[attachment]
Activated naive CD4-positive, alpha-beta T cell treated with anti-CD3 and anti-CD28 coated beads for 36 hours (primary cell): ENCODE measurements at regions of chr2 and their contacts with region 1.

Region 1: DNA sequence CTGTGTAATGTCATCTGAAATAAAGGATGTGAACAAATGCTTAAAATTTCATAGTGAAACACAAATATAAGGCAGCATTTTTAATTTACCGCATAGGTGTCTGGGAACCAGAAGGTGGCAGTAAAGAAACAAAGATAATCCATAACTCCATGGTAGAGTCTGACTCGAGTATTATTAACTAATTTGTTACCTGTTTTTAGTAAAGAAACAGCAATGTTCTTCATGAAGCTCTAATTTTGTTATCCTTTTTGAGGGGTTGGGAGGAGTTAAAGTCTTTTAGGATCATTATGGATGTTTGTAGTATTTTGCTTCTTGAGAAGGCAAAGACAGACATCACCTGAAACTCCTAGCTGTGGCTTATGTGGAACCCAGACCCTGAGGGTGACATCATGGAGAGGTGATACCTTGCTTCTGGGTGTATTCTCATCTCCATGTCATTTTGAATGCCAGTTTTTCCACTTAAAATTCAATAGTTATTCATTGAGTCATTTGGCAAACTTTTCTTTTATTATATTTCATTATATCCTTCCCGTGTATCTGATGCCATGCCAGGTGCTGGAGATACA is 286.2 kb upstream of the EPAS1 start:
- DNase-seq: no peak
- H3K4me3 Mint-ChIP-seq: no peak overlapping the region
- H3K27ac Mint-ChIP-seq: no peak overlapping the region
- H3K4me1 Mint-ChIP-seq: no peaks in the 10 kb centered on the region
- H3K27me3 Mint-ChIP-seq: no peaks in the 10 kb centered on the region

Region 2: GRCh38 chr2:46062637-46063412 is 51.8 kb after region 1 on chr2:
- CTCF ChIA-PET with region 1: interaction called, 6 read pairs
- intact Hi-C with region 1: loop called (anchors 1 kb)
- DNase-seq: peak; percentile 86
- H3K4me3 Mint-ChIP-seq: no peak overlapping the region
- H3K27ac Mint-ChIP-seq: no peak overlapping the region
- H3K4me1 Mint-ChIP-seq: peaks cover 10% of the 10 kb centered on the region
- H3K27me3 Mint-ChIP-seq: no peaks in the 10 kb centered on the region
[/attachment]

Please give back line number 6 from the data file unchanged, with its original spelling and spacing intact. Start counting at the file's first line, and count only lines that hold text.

- H3K4me1 Mint-ChIP-seq: no peaks in the 10 kb centered on the region